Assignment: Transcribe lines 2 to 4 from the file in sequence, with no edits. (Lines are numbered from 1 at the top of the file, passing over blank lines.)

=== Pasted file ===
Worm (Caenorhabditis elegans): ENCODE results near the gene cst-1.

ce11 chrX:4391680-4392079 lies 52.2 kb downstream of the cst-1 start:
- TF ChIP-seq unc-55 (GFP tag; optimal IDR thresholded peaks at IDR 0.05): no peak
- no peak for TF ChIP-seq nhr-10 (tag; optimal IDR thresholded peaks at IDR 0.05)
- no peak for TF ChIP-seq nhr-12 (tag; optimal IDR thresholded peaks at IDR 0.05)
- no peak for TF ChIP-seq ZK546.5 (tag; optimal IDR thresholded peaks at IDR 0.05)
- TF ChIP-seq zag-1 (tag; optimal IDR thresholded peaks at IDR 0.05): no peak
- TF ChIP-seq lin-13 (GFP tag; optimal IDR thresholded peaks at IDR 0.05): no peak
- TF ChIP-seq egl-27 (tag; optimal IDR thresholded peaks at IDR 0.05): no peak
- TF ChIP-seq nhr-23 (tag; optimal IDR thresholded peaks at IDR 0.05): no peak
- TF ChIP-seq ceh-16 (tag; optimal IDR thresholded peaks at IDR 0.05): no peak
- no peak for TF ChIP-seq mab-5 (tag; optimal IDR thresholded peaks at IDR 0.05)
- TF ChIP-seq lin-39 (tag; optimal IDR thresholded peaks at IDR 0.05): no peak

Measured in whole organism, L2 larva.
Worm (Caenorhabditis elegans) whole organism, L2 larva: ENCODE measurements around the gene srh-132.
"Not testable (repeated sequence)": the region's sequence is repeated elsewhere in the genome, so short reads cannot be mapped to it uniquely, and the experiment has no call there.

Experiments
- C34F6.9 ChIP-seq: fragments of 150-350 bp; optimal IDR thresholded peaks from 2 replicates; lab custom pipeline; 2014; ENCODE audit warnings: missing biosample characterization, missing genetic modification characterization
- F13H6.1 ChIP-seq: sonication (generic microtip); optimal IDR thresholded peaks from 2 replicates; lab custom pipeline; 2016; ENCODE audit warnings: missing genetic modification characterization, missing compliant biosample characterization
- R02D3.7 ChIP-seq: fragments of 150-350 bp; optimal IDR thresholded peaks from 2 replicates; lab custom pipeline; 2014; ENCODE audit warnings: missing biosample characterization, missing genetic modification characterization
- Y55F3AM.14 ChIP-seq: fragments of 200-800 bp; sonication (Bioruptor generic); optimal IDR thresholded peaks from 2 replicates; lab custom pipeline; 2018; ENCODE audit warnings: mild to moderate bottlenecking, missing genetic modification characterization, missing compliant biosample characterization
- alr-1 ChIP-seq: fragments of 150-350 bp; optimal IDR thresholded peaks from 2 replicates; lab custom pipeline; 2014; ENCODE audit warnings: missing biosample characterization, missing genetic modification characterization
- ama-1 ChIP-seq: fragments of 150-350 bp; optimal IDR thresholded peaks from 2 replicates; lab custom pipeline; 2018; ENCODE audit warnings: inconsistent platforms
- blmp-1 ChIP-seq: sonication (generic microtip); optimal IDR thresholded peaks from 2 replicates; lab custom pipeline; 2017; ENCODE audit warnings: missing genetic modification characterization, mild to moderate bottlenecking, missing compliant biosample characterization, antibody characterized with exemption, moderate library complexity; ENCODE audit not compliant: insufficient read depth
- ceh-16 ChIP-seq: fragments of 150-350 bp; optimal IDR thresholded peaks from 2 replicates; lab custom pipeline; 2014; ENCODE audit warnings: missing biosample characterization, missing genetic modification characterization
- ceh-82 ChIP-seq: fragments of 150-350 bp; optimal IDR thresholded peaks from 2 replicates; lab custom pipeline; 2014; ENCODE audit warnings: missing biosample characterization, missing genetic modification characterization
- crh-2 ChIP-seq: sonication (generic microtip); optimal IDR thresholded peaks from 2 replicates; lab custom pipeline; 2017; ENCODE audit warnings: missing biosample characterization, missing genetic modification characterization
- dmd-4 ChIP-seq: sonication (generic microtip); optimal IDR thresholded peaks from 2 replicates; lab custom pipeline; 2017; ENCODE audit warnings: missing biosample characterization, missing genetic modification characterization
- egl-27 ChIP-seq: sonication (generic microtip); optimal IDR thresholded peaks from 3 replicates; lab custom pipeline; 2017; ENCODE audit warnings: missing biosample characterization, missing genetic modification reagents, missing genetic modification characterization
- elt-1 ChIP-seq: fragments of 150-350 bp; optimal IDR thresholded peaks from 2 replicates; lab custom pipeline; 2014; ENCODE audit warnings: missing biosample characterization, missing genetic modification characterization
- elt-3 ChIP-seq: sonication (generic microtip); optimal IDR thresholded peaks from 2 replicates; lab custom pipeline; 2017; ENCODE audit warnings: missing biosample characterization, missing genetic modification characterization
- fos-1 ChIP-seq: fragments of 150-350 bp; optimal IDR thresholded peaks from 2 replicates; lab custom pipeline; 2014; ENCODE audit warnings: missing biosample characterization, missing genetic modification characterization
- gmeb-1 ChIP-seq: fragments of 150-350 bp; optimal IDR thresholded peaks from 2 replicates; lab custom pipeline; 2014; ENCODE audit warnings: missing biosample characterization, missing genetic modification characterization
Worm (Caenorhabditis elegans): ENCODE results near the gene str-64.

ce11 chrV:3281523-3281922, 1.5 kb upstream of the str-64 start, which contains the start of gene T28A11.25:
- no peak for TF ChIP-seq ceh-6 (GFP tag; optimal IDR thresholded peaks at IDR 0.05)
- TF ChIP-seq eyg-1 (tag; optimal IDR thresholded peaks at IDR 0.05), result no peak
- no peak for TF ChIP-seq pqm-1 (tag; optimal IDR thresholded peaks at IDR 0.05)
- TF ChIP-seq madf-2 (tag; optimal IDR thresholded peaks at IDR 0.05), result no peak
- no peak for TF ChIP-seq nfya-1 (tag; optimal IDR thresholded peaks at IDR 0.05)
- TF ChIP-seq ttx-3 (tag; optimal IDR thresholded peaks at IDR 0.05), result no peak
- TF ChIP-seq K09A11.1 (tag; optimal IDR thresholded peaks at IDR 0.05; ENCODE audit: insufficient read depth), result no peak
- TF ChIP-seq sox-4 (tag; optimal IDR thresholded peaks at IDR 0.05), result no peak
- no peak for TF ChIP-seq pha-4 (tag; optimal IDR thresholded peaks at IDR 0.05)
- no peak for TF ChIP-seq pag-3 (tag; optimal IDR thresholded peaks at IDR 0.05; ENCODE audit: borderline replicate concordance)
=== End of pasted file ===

ce11 chrX:4391680-4392079 lies 52.2 kb downstream of the cst-1 start:
- TF ChIP-seq unc-55 (GFP tag; optimal IDR thresholded peaks at IDR 0.05): no peak
- no peak for TF ChIP-seq nhr-10 (tag; optimal IDR thresholded peaks at IDR 0.05)